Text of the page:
TAROT (French: Télescope à Action Rapide pour les Objets Transitoires, "Quick-action telescope for transient objects") is a project of the European Southern Observatory (ESO) aimed at rapidly reacting to particular data from other astronomical surveying facilities to monitor for and registering fast changing astronomical objects and phenomena. The target of this particular project is so-called gamma-ray bursts (GRB).
|Alternative names||Télescope à Action Rapide pour les Objets Transitoires|
|Part of||La Silla Observatory|
|Location(s)||Coquimbo Region, Chile|
|Organization||European Southern Observatory|
|Altitude||2,375 m (7,792 ft)|
|First light||9 September 2006|
|Telescope style||Newtonian telescope|
|Diameter||25 cm (9.8 in)|
|Secondary diameter||14 cm (5.5 in)|
|Angular resolution||3.5 arcsecond|
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The TAROT-South facility is a 25 cm very fast moving optical robotic telescope at the La Silla Observatory in Chile. Able to accelerate at 120°/s2 to a top speed of 80°/s, it can begin observing within 1–1.5 seconds of being notified by a gamma-ray telescope that a gamma-ray burst is in progress and can provide fast and accurate positions of transient events within seconds.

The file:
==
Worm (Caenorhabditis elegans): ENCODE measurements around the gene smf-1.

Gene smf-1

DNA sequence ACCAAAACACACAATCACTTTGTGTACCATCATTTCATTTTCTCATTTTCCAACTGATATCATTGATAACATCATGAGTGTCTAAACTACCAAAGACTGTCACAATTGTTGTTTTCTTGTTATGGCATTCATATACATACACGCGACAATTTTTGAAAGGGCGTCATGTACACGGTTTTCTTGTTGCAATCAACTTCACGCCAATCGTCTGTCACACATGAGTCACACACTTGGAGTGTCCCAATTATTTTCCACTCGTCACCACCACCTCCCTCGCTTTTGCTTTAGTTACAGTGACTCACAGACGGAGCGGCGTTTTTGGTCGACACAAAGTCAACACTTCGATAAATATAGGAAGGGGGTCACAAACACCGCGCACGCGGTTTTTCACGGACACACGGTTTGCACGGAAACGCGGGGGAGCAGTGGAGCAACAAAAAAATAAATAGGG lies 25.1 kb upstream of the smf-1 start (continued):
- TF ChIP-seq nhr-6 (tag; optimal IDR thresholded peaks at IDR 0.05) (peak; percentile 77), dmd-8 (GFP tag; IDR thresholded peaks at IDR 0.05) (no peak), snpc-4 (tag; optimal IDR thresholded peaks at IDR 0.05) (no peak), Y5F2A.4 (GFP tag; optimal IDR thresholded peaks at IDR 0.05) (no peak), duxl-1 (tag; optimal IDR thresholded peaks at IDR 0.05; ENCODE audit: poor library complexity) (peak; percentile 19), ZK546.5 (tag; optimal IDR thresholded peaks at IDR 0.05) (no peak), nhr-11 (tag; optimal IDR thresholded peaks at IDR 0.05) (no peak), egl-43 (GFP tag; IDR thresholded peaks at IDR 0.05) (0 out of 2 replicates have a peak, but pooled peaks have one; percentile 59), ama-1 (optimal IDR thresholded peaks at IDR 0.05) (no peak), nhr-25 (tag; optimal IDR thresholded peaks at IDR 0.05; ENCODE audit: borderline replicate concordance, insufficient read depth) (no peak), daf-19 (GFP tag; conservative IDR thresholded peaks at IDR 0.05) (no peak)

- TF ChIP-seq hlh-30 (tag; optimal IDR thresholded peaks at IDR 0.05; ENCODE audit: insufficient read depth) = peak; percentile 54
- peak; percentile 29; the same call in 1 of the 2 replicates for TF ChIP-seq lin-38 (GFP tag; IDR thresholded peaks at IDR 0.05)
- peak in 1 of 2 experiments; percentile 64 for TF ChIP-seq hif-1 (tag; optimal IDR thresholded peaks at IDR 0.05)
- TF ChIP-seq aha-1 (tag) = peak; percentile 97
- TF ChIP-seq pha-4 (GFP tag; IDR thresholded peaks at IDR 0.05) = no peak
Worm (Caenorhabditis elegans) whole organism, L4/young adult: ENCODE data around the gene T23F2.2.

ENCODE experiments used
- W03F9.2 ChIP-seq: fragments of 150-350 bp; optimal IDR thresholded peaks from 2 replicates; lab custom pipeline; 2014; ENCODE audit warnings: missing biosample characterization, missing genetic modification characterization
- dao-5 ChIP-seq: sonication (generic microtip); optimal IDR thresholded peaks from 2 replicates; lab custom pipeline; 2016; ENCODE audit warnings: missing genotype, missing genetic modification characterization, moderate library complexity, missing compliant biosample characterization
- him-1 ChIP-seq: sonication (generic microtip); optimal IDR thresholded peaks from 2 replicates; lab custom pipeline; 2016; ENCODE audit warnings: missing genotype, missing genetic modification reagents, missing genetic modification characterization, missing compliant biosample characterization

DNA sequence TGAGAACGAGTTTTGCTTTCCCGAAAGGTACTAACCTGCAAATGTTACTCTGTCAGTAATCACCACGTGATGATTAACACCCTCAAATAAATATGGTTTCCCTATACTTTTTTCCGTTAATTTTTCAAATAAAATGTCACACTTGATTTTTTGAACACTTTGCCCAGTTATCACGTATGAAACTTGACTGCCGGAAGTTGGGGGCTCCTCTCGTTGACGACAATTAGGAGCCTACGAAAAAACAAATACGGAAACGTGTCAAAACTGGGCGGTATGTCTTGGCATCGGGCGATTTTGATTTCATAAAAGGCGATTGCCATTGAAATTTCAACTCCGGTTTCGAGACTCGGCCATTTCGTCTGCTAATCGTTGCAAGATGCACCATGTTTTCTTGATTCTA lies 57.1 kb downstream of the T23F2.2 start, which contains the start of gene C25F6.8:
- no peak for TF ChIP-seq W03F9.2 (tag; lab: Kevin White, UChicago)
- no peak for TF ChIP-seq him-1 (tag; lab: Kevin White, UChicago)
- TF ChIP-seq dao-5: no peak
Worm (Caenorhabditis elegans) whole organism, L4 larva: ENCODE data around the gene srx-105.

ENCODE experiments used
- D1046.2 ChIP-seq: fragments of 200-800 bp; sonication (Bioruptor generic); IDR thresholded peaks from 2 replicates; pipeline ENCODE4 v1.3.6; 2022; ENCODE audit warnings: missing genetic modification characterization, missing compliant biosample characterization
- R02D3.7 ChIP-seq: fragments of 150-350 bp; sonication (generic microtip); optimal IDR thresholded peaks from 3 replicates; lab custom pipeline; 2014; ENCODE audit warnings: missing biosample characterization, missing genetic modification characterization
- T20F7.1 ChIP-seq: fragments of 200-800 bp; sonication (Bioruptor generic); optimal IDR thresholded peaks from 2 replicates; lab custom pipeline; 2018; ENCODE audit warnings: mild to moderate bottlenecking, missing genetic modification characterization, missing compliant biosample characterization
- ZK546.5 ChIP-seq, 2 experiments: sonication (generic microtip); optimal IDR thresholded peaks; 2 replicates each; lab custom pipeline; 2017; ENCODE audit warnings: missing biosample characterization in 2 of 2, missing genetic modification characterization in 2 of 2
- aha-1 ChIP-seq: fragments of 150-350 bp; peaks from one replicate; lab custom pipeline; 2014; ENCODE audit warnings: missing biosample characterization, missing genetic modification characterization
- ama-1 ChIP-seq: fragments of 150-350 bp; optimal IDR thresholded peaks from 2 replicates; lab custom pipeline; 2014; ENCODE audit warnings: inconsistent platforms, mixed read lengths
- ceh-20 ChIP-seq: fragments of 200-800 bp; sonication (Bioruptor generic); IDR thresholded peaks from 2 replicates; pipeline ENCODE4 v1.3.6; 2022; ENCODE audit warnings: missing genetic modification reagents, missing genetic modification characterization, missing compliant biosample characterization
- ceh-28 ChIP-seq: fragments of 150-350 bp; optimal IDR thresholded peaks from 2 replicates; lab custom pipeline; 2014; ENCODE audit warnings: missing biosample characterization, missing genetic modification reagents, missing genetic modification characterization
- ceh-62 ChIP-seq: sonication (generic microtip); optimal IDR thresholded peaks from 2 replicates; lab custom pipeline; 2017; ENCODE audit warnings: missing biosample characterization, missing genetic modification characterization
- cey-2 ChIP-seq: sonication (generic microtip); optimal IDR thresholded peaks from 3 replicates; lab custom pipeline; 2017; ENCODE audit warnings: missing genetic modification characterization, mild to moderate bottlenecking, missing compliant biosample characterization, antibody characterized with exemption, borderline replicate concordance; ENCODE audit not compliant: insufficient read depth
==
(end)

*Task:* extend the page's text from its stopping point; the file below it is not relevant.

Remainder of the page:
In addition to its own observations, an important purpose of the telescope is to find an accurate source location. With its wide field of view, it can take an approximate location (±1°) from a gamma-ray detector and produce a location accurate to 1″ within a minute, for the benefit of follow-on observations by larger telescopes with longer reaction times.
- "Télescope à Action Rapide pour les Objets Transitoires".
- M. Boer; A. Klotz; et al. (September 2003). "The Gamma-Ray Burst Hunt at La Silla: The TAROT-S Very Fast Moving Telescope" (PDF). The Messenger. ESO (113): 45–48.
- Rapid Eye Mount telescope, a larger, somewhat slower companion telescope also located at La Silla.